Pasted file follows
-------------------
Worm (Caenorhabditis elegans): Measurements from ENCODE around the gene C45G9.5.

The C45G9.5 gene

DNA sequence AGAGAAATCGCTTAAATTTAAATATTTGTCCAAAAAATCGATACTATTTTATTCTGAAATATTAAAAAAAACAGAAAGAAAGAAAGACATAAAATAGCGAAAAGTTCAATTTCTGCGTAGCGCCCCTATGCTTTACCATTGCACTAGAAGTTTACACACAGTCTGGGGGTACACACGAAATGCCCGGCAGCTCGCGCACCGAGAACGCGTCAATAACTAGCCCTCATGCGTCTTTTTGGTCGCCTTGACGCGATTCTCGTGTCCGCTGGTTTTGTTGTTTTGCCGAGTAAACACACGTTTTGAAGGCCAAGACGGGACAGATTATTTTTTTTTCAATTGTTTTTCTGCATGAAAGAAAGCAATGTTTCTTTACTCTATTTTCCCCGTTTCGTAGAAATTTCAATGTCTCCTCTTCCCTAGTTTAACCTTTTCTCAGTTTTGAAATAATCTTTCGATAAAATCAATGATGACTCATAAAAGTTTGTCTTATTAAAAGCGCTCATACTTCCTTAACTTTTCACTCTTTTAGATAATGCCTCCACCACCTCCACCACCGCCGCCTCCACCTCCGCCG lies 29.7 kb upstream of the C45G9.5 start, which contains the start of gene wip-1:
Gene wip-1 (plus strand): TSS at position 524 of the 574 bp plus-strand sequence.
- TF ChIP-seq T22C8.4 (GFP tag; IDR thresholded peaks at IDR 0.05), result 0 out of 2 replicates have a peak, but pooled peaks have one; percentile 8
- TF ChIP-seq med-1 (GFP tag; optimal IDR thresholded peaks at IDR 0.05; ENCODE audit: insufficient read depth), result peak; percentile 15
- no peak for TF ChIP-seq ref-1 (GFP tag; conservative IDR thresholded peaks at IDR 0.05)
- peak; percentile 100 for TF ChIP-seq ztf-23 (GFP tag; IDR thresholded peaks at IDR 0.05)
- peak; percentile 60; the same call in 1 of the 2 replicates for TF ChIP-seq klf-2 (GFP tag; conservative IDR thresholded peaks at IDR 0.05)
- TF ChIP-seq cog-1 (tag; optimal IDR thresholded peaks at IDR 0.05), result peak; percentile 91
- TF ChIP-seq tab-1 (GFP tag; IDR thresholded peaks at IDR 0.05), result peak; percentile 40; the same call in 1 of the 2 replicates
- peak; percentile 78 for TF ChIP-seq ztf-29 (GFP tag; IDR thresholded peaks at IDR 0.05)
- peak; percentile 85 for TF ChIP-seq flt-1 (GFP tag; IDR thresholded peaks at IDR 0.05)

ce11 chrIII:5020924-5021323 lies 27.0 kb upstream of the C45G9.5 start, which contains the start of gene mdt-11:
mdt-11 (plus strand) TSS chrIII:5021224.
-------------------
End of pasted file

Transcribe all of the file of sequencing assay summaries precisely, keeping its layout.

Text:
Worm (Caenorhabditis elegans): Measurements from ENCODE around the gene C45G9.5.

The C45G9.5 gene

DNA sequence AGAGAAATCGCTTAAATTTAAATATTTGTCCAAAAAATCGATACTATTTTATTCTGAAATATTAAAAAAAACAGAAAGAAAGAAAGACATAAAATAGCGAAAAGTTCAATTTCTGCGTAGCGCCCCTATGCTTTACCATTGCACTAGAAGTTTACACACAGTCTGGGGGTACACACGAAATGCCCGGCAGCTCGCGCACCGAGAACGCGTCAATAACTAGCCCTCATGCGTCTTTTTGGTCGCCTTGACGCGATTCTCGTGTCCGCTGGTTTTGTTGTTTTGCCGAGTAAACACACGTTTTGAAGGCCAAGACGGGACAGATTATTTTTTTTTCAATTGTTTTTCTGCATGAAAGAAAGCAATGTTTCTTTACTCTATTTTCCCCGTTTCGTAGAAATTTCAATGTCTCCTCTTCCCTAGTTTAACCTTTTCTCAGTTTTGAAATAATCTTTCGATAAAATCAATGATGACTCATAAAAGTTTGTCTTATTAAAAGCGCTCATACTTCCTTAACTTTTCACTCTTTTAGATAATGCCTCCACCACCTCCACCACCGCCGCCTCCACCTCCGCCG lies 29.7 kb upstream of the C45G9.5 start, which contains the start of gene wip-1:
Gene wip-1 (plus strand): TSS at position 524 of the 574 bp plus-strand sequence.
- TF ChIP-seq T22C8.4 (GFP tag; IDR thresholded peaks at IDR 0.05), result 0 out of 2 replicates have a peak, but pooled peaks have one; percentile 8
- TF ChIP-seq med-1 (GFP tag; optimal IDR thresholded peaks at IDR 0.05; ENCODE audit: insufficient read depth), result peak; percentile 15
- no peak for TF ChIP-seq ref-1 (GFP tag; conservative IDR thresholded peaks at IDR 0.05)
- peak; percentile 100 for TF ChIP-seq ztf-23 (GFP tag; IDR thresholded peaks at IDR 0.05)
- peak; percentile 60; the same call in 1 of the 2 replicates for TF ChIP-seq klf-2 (GFP tag; conservative IDR thresholded peaks at IDR 0.05)
- TF ChIP-seq cog-1 (tag; optimal IDR thresholded peaks at IDR 0.05), result peak; percentile 91
- TF ChIP-seq tab-1 (GFP tag; IDR thresholded peaks at IDR 0.05), result peak; percentile 40; the same call in 1 of the 2 replicates
- peak; percentile 78 for TF ChIP-seq ztf-29 (GFP tag; IDR thresholded peaks at IDR 0.05)
- peak; percentile 85 for TF ChIP-seq flt-1 (GFP tag; IDR thresholded peaks at IDR 0.05)

ce11 chrIII:5020924-5021323 lies 27.0 kb upstream of the C45G9.5 start, which contains the start of gene mdt-11:
mdt-11 (plus strand) TSS chrIII:5021224.